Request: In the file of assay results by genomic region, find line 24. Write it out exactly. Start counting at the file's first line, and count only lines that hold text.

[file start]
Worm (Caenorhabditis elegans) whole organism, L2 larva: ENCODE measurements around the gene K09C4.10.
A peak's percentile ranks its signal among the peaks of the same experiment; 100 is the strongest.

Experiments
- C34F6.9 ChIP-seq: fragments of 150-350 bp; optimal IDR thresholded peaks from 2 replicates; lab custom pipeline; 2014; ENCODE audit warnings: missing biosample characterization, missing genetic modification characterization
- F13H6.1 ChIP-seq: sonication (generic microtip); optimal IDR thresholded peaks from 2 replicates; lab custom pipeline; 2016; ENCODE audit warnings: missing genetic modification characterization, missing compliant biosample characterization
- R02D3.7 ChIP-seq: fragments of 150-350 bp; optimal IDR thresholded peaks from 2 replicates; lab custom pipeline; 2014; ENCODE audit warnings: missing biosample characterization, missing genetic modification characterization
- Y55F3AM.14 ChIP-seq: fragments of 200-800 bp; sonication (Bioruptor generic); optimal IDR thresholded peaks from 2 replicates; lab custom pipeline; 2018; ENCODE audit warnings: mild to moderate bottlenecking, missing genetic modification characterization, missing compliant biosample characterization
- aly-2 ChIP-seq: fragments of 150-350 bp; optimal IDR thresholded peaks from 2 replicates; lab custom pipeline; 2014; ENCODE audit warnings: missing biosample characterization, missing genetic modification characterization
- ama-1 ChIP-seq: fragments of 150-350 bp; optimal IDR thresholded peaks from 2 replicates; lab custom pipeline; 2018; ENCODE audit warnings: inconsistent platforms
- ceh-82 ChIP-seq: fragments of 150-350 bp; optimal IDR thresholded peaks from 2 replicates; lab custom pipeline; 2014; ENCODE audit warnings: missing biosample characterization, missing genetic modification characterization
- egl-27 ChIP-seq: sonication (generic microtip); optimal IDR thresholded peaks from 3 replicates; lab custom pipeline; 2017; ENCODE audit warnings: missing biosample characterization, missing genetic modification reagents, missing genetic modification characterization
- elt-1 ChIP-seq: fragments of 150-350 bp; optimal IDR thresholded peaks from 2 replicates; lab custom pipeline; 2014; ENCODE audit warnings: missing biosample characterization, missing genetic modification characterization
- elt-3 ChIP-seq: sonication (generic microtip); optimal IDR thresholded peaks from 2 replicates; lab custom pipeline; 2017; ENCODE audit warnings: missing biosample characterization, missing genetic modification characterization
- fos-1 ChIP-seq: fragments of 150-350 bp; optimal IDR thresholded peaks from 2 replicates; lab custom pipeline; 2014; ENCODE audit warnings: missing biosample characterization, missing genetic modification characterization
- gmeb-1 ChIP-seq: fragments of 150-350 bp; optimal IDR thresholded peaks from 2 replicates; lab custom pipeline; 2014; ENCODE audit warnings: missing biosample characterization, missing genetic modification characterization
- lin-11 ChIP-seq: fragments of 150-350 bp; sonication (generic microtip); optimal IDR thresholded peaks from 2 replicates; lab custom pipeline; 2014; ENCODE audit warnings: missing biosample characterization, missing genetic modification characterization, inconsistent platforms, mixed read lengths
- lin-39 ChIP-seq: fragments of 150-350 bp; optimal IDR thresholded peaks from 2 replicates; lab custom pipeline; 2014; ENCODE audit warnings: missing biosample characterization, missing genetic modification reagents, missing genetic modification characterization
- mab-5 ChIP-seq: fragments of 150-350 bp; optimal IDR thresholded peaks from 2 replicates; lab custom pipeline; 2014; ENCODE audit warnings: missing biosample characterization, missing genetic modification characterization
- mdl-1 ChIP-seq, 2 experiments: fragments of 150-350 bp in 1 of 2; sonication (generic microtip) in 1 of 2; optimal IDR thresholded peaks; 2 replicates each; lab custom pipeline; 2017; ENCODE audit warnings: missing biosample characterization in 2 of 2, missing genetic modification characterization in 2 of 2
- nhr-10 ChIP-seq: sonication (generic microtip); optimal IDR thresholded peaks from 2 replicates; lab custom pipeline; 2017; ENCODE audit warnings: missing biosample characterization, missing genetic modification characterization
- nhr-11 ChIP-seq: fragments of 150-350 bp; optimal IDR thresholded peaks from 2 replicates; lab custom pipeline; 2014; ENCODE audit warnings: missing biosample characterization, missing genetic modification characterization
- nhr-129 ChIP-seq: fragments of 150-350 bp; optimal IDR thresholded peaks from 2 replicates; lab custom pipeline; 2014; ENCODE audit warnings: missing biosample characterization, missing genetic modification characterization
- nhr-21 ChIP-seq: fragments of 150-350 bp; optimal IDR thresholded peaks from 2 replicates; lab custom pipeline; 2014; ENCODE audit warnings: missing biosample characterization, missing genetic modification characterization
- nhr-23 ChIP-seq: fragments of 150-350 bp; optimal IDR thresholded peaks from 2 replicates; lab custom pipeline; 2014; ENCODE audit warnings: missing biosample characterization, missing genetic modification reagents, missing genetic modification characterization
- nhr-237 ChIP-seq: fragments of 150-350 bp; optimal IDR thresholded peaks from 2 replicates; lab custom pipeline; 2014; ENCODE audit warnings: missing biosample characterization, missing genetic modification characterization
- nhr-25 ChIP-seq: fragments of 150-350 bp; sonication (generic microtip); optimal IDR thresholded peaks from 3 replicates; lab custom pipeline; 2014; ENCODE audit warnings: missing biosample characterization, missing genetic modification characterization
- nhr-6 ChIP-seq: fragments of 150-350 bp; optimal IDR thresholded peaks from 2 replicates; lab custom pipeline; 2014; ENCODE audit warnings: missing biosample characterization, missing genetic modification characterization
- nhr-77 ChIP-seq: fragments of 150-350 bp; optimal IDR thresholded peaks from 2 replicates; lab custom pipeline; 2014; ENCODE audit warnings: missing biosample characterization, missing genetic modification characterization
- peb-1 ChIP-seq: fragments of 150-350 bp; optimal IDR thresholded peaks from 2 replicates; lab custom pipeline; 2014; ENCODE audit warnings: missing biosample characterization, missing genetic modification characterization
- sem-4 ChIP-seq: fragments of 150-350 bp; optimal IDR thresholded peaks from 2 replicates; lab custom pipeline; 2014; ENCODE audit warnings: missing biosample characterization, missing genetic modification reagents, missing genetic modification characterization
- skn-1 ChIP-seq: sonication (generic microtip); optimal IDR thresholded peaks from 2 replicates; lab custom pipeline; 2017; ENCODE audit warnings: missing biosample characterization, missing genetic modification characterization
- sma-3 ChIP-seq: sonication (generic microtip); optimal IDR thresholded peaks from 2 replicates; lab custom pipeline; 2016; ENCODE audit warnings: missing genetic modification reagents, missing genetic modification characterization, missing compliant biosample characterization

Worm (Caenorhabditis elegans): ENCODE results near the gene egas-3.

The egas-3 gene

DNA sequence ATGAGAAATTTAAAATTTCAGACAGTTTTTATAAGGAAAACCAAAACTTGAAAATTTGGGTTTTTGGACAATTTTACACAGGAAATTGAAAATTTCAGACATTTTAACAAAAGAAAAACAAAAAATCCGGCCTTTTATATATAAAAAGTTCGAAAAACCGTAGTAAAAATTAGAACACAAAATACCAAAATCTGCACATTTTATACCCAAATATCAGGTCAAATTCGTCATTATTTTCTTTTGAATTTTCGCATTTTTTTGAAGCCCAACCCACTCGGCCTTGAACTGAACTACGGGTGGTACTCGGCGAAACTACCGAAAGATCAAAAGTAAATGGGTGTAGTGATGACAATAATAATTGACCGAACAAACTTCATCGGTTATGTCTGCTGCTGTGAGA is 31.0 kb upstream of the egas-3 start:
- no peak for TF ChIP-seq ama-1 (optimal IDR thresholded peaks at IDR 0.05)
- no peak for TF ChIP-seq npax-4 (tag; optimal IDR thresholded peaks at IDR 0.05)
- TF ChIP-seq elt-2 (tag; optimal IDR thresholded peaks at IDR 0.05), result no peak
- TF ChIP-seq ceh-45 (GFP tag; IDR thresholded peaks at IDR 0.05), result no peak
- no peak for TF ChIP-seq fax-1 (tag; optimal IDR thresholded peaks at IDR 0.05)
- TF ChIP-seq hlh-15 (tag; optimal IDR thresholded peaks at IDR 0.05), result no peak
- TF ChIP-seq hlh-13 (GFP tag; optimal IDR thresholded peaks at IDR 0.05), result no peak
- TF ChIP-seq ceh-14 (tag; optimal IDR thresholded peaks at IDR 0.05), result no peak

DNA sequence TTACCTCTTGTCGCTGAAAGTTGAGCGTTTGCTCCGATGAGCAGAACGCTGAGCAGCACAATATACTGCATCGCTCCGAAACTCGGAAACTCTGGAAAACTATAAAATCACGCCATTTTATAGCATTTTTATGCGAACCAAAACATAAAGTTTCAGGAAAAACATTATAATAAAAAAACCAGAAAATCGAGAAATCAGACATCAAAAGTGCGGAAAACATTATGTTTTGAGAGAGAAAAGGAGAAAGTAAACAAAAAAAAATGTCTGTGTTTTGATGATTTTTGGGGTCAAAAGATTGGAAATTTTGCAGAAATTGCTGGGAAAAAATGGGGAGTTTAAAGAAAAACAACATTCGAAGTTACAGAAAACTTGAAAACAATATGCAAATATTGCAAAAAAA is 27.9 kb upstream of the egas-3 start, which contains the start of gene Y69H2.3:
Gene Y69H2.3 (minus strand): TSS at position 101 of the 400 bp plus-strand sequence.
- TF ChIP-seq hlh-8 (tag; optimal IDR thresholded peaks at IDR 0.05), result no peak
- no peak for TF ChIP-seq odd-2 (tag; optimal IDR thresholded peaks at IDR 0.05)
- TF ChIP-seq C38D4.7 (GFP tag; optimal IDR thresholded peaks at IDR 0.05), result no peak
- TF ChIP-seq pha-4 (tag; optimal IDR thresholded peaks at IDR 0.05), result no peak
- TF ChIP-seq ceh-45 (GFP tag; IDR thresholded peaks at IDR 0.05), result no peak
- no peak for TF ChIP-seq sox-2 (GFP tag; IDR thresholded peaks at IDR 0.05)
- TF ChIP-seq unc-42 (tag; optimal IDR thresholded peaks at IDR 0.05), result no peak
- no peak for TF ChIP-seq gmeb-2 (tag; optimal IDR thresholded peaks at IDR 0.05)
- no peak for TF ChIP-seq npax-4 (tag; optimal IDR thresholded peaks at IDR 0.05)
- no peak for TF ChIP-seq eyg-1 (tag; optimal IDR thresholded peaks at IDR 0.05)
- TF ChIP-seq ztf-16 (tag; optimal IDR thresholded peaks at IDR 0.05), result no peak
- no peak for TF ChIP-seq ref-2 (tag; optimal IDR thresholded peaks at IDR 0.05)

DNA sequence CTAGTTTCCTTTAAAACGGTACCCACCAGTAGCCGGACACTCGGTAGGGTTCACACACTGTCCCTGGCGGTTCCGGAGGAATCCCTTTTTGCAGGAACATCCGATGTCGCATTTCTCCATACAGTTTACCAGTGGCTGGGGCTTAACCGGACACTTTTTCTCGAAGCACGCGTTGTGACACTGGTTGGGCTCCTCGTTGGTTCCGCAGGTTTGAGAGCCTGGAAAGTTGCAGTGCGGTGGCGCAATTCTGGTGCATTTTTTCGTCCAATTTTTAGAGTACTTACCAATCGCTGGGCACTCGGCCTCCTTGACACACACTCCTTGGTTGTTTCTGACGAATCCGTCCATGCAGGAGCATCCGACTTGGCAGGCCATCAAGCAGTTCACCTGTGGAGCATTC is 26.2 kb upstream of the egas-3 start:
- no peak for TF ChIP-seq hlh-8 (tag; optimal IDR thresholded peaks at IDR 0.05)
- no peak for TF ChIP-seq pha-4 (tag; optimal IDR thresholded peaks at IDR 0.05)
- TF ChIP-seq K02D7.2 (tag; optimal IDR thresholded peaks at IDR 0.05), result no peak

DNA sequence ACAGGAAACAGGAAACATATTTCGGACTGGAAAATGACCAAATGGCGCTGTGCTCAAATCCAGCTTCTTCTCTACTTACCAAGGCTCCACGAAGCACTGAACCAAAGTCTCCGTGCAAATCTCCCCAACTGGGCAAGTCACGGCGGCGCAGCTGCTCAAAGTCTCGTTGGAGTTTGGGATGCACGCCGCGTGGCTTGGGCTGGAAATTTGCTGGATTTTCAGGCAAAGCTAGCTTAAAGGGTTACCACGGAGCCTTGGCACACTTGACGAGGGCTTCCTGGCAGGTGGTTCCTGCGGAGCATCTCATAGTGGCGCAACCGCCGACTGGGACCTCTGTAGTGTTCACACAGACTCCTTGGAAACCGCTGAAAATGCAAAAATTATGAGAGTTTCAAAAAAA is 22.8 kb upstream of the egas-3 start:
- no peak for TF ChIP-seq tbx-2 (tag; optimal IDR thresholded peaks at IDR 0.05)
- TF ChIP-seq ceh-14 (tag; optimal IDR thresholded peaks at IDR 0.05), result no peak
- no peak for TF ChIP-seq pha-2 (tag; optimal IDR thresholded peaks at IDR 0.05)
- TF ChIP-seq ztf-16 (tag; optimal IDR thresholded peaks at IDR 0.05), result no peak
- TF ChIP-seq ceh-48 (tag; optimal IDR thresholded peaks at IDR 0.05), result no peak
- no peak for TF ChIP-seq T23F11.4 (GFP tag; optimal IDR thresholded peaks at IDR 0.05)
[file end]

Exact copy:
- nhr-23 ChIP-seq: fragments of 150-350 bp; optimal IDR thresholded peaks from 2 replicates; lab custom pipeline; 2014; ENCODE audit warnings: missing biosample characterization, missing genetic modification reagents, missing genetic modification characterization